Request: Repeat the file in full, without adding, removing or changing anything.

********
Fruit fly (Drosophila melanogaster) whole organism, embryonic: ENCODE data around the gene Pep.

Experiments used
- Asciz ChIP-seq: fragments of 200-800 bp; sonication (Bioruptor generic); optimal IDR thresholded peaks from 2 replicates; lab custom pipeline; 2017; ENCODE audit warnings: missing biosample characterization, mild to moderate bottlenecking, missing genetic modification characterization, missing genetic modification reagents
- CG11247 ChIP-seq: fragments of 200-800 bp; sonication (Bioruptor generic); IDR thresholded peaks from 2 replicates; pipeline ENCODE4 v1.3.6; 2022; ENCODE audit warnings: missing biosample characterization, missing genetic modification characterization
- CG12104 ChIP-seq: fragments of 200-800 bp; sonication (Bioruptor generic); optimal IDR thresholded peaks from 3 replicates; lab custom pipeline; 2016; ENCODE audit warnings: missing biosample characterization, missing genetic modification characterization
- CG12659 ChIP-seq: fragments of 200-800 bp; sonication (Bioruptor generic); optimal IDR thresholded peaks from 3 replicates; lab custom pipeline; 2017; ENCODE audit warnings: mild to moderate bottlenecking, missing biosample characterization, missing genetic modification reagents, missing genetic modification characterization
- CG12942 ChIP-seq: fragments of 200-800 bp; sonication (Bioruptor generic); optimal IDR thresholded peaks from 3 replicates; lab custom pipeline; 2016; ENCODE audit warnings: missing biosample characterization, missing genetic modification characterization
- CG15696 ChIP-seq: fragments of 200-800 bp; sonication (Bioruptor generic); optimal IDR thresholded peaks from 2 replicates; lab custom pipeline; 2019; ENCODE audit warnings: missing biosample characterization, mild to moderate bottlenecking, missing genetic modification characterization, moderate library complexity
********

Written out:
Fruit fly (Drosophila melanogaster) whole organism, embryonic: ENCODE data around the gene Pep.

Experiments used
- Asciz ChIP-seq: fragments of 200-800 bp; sonication (Bioruptor generic); optimal IDR thresholded peaks from 2 replicates; lab custom pipeline; 2017; ENCODE audit warnings: missing biosample characterization, mild to moderate bottlenecking, missing genetic modification characterization, missing genetic modification reagents
- CG11247 ChIP-seq: fragments of 200-800 bp; sonication (Bioruptor generic); IDR thresholded peaks from 2 replicates; pipeline ENCODE4 v1.3.6; 2022; ENCODE audit warnings: missing biosample characterization, missing genetic modification characterization
- CG12104 ChIP-seq: fragments of 200-800 bp; sonication (Bioruptor generic); optimal IDR thresholded peaks from 3 replicates; lab custom pipeline; 2016; ENCODE audit warnings: missing biosample characterization, missing genetic modification characterization
- CG12659 ChIP-seq: fragments of 200-800 bp; sonication (Bioruptor generic); optimal IDR thresholded peaks from 3 replicates; lab custom pipeline; 2017; ENCODE audit warnings: mild to moderate bottlenecking, missing biosample characterization, missing genetic modification reagents, missing genetic modification characterization
- CG12942 ChIP-seq: fragments of 200-800 bp; sonication (Bioruptor generic); optimal IDR thresholded peaks from 3 replicates; lab custom pipeline; 2016; ENCODE audit warnings: missing biosample characterization, missing genetic modification characterization
- CG15696 ChIP-seq: fragments of 200-800 bp; sonication (Bioruptor generic); optimal IDR thresholded peaks from 2 replicates; lab custom pipeline; 2019; ENCODE audit warnings: missing biosample characterization, mild to moderate bottlenecking, missing genetic modification characterization, moderate library complexity